My people - Instead of עמי ammi, my people, many MSS., and one of my own, ancient, read עמו ammo, his people. But this is manifestly a corruption.
To turn aside - Their sentences have the effect, and are designed to have, to pervert justice, and to oppress the poor, or to deprive them of their rights and just claims; compare Isaiah 29:21; Proverbs 27:5.
The needy -
d daliym - דלים dalı̂ym Those of humble rank and circumstances; who have no powerful friends and defenders. “From judgment.” From obtaining justice.
And to take away - To take away by violence and oppression. The word גזל gāzal is commonly applied to robbery, and to oppression; to the taking away of spoils in battle, etc.
That widows may be their prey - That they may rob widows, or obtain their property. This crime has always been one particularly offensive in the sight of God; see the note at Isaiah 1:23. The widow and the orphan are without protectors. Judges, by their office, are particularly bound to preserve their rights; and it, therefore, evinces special iniquity when they who should be their protectors become, in fact, their oppressors, and do injustice to them without the possibility of redress. Yet this was the character of the Jewish judges; and for this the vengeance of heaven was about to come upon the land.
Look at the picture which the world presents today. Dishonesty, fraud, and bankruptcies, violence and bloodshed, exist on every hand. The widows and the fatherless are robbed of their all. Plays, horse races, and amusements of every kind occupy the mind. In the church, sins have become fashionable. They are glossed over and excused. The right hand of fellowship is given to the very men who bring in false theories and sentiments. Thus the discernment and sensibilities have become deadened as to what constitutes right principles. Conscience has become insensible to the counsel and reproofs which have been given. The light given, calling to repentance, has been shut out by the thick cloud of unbelief and opposition brought in by human plans and human inventions. LHU 371.2Read in context »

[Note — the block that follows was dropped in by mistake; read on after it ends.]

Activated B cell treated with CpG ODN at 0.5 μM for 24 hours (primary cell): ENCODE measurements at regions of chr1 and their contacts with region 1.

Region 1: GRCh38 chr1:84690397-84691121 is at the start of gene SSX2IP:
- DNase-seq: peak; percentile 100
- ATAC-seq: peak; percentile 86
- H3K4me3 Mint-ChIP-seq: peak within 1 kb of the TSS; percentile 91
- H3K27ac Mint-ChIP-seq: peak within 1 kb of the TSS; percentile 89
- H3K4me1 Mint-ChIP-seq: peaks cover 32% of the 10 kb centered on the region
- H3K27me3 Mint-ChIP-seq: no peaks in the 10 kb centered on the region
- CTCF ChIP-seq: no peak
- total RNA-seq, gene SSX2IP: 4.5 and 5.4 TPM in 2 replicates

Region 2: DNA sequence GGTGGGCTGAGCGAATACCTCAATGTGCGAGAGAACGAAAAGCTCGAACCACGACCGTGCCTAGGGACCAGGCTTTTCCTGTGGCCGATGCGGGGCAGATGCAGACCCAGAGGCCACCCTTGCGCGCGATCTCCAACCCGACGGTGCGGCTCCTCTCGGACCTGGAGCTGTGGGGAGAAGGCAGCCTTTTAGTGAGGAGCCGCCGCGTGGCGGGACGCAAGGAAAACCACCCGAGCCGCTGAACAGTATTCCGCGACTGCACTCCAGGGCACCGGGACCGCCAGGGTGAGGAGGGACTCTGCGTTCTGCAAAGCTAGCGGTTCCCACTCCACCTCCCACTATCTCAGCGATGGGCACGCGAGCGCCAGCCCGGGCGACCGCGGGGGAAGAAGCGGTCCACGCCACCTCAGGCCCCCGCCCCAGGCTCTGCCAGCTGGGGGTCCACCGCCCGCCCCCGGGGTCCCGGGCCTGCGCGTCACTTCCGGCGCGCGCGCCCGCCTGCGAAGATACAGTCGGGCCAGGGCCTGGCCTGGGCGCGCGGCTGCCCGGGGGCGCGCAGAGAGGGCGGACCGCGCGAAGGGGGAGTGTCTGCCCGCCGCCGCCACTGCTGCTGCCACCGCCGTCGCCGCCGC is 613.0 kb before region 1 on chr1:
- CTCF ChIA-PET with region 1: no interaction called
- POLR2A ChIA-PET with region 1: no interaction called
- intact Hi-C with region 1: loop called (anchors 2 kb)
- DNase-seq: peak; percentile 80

The outlook was particularly discouraging as regards the social conditions of the people. In their desire for gain, men were adding house to house and field to field. See Isaiah 5:8. Justice was perverted, and no pity was shown the poor. Of these evils God declared, “The spoil of the poor is in your houses.” “Ye beat My people to pieces, and grind the faces of the poor.” Isaiah 3:14, 15. Even the magistrates, whose duty it was to protect the helpless, turned a deaf ear to the cries of the poor and needy, the widows and the fatherless. See Isaiah 10:1, 2. PK 306.1
With oppression and wealth came pride and love of display, gross drunkenness, and a spirit of revelry. See Isaiah 2:11, 12; 3:16, 18-23; Isaiah 5:22, 11, 12. And in Isaiah's day idolatry itself no longer provoked surprise. See Isaiah 2:8, 9. Iniquitous practices had become so prevalent among all classes that the few who remained true to God were often tempted to lose heart and to give way to discouragement and despair. It seemed as if God's purpose for Israel were about to fail and that the rebellious nation was to suffer a fate similar to that of Sodom and Gomorrah. PK 306.2
In the face of such conditions it is not surprising that when, during the last year of Uzziah's reign, Isaiah was called to bear to Judah God's messages of warning and reproof, he shrank from the responsibility. He well knew that he would encounter obstinate resistance. As he realized his own inability to meet the situation and thought of the stubbornness and unbelief of the people for whom he was to labor, his task seemed hopeless. Should he in despair relinquish his mission and leave Judah undisturbed to their idolatry? Were the gods of Nineveh to rule the earth in defiance of the God of heaven? PK 306.3Read in context »